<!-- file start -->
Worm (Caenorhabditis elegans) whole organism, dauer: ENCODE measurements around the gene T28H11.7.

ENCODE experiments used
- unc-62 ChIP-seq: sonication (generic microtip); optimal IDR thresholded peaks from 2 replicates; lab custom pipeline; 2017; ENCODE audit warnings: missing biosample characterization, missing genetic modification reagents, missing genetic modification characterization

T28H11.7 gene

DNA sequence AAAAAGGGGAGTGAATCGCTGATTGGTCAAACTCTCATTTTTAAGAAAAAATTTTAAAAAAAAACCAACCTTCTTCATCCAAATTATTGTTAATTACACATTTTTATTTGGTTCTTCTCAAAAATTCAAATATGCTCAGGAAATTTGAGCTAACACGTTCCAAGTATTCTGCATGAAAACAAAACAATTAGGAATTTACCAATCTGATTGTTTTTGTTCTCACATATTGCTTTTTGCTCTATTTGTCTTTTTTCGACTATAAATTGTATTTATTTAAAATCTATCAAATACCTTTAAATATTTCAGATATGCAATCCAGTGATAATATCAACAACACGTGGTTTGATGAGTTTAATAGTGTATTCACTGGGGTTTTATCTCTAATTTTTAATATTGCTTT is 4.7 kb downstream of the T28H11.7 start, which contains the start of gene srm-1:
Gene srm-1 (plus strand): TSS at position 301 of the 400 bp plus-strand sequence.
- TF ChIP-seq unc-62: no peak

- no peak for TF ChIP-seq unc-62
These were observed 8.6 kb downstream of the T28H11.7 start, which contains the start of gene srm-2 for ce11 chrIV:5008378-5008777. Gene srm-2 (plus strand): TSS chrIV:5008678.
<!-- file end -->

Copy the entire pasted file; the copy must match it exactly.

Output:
Worm (Caenorhabditis elegans) whole organism, dauer: ENCODE measurements around the gene T28H11.7.

ENCODE experiments used
- unc-62 ChIP-seq: sonication (generic microtip); optimal IDR thresholded peaks from 2 replicates; lab custom pipeline; 2017; ENCODE audit warnings: missing biosample characterization, missing genetic modification reagents, missing genetic modification characterization

T28H11.7 gene

DNA sequence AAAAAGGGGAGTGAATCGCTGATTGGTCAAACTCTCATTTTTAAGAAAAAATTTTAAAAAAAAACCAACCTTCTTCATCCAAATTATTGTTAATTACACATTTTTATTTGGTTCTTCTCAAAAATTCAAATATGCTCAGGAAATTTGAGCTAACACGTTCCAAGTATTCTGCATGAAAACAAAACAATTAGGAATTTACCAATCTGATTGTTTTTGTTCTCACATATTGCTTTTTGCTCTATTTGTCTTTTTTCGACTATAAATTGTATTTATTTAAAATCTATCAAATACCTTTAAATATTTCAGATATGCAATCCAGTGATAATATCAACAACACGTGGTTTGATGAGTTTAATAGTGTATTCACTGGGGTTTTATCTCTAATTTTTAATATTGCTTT is 4.7 kb downstream of the T28H11.7 start, which contains the start of gene srm-1:
Gene srm-1 (plus strand): TSS at position 301 of the 400 bp plus-strand sequence.
- TF ChIP-seq unc-62: no peak

- no peak for TF ChIP-seq unc-62
These were observed 8.6 kb downstream of the T28H11.7 start, which contains the start of gene srm-2 for ce11 chrIV:5008378-5008777. Gene srm-2 (plus strand): TSS chrIV:5008678.